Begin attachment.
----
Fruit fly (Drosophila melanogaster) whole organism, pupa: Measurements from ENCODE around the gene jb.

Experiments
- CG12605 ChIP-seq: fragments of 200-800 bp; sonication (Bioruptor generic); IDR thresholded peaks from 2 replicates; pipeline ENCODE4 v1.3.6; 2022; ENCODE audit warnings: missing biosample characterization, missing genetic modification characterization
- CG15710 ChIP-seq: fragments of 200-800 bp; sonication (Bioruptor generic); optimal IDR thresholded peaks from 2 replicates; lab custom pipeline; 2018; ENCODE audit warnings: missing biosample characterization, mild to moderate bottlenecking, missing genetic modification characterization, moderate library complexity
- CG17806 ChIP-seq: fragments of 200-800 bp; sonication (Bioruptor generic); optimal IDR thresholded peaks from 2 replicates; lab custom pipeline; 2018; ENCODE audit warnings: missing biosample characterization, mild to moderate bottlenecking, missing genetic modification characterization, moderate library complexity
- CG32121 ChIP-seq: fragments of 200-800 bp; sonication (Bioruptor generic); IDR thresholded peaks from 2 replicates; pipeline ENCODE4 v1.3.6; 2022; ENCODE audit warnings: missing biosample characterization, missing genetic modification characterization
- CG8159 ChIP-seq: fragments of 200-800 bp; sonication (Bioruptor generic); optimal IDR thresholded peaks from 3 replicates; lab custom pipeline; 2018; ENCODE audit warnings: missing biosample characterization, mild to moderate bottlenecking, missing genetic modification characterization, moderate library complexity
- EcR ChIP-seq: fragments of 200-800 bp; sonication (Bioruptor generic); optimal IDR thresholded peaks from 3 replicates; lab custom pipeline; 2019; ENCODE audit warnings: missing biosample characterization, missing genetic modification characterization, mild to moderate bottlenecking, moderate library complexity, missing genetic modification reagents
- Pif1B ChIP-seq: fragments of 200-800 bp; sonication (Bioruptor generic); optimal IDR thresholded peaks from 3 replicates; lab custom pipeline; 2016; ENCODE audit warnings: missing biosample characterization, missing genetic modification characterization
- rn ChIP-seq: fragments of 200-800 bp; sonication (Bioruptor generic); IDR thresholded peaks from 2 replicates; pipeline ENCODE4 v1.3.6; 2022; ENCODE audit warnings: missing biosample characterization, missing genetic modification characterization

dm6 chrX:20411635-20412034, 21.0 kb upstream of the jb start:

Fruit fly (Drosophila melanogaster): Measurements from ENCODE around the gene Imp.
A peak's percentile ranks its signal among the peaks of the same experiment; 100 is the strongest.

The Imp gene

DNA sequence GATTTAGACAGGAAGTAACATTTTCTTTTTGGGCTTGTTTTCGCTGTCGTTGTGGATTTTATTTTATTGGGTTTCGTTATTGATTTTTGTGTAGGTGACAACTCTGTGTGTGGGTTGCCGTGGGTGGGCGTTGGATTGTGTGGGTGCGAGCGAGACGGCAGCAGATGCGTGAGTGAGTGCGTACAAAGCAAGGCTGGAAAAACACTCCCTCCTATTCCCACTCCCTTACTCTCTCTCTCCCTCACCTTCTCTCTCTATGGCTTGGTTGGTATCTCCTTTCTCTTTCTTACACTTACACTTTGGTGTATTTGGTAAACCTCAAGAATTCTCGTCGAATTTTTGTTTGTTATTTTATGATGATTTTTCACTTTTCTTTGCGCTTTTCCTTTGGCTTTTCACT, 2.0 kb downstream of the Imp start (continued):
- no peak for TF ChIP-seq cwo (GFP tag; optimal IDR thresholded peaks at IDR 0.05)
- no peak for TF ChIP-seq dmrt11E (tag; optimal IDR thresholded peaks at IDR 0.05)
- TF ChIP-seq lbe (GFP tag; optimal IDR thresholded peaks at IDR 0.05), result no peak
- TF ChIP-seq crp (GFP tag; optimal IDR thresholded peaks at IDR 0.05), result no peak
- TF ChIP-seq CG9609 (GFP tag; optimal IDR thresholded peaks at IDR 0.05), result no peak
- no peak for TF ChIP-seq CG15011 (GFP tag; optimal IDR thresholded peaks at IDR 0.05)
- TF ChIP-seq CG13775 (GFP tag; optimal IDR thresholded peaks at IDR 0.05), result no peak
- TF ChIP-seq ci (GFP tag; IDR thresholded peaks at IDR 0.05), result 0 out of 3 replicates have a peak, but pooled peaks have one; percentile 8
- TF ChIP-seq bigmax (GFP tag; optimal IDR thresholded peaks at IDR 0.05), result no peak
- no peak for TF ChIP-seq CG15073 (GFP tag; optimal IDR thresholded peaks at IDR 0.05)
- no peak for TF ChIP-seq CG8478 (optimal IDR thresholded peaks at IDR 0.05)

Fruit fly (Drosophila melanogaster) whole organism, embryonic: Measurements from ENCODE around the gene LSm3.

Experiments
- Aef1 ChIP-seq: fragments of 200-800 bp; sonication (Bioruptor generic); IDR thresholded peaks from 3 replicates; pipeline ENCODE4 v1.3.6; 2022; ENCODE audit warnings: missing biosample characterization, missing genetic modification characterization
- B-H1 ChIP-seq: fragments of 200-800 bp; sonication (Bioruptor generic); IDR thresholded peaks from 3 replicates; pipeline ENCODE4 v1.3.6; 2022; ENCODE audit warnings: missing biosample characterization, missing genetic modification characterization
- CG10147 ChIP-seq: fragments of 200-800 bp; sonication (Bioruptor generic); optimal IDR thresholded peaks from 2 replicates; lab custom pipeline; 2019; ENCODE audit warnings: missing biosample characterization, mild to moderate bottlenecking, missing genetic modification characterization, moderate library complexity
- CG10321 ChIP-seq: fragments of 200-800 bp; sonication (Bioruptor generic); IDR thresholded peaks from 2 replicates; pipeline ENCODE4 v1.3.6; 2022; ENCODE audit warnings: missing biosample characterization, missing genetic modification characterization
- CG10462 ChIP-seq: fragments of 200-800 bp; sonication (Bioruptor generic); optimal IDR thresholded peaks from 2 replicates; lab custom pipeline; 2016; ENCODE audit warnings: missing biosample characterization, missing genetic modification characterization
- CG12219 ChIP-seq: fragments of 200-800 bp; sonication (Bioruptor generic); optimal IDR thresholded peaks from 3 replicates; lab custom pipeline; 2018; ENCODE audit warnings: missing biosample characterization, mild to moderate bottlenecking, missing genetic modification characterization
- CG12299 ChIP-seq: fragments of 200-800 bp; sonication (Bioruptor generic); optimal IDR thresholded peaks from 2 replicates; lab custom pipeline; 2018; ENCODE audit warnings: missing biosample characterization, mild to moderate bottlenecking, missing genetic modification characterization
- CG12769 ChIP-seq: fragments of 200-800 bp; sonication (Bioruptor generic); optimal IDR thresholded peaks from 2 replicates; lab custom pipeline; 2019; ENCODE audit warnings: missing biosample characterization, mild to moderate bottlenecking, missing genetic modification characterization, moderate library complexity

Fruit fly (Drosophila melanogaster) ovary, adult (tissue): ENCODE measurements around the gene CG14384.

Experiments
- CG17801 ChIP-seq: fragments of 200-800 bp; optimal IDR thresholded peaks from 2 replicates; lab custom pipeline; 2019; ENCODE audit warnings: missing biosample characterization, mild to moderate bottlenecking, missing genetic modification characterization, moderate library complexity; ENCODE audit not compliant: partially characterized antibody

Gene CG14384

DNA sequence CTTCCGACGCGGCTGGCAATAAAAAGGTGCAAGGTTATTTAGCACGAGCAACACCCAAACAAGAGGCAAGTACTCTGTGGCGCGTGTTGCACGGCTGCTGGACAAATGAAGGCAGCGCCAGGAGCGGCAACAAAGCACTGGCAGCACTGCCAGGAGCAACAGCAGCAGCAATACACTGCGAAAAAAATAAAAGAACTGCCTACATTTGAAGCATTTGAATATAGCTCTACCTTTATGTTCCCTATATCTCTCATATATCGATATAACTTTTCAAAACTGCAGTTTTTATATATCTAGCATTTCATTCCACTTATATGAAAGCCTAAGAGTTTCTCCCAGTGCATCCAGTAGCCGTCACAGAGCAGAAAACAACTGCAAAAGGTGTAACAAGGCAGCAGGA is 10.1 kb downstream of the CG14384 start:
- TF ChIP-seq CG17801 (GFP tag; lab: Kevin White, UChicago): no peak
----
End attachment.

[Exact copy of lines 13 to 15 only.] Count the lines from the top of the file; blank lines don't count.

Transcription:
A peak's percentile ranks its signal among the peaks of the same experiment; 100 is the strongest.

The Imp gene

DNA sequence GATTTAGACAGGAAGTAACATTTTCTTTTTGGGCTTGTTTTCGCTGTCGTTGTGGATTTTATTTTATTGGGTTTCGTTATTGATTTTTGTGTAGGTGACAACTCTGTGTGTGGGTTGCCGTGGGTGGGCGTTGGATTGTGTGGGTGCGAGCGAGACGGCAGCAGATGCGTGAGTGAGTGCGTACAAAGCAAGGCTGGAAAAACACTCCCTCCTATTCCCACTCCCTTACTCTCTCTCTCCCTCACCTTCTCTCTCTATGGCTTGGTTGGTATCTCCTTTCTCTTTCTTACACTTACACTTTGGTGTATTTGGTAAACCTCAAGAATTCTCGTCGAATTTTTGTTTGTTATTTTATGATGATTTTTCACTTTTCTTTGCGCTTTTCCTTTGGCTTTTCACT, 2.0 kb downstream of the Imp start (continued):